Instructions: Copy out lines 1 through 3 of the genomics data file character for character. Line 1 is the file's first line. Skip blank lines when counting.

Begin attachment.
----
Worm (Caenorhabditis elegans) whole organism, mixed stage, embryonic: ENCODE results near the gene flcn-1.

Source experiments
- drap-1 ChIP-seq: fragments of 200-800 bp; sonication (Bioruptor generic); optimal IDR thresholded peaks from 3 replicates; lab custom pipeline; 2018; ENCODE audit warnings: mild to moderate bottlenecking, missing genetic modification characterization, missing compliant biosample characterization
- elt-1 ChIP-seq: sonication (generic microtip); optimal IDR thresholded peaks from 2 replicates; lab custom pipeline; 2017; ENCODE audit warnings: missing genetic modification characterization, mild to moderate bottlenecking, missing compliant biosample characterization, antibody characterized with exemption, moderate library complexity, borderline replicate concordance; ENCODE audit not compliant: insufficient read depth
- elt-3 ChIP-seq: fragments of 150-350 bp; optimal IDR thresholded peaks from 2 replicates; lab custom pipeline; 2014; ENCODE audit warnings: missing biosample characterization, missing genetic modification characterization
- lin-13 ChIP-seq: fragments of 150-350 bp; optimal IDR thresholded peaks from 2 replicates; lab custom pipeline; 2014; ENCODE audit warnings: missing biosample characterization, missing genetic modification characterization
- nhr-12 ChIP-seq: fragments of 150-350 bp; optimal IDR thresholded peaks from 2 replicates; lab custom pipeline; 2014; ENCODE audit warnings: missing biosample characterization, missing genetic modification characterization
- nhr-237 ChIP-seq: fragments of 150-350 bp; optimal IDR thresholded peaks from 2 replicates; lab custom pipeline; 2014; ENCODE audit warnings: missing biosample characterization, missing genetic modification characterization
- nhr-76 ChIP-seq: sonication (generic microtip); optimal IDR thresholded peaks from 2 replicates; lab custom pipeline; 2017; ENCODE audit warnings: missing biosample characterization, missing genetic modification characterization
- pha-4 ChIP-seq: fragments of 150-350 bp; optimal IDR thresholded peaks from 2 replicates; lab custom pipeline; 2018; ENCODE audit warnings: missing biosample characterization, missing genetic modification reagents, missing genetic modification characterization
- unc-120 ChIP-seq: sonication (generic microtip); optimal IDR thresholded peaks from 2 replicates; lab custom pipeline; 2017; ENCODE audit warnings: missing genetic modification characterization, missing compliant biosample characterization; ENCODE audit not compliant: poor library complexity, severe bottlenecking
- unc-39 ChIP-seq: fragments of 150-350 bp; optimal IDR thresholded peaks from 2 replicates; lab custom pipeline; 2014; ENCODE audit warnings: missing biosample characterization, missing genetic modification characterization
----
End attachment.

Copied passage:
Worm (Caenorhabditis elegans) whole organism, mixed stage, embryonic: ENCODE results near the gene flcn-1.

Source experiments
- drap-1 ChIP-seq: fragments of 200-800 bp; sonication (Bioruptor generic); optimal IDR thresholded peaks from 3 replicates; lab custom pipeline; 2018; ENCODE audit warnings: mild to moderate bottlenecking, missing genetic modification characterization, missing compliant biosample characterization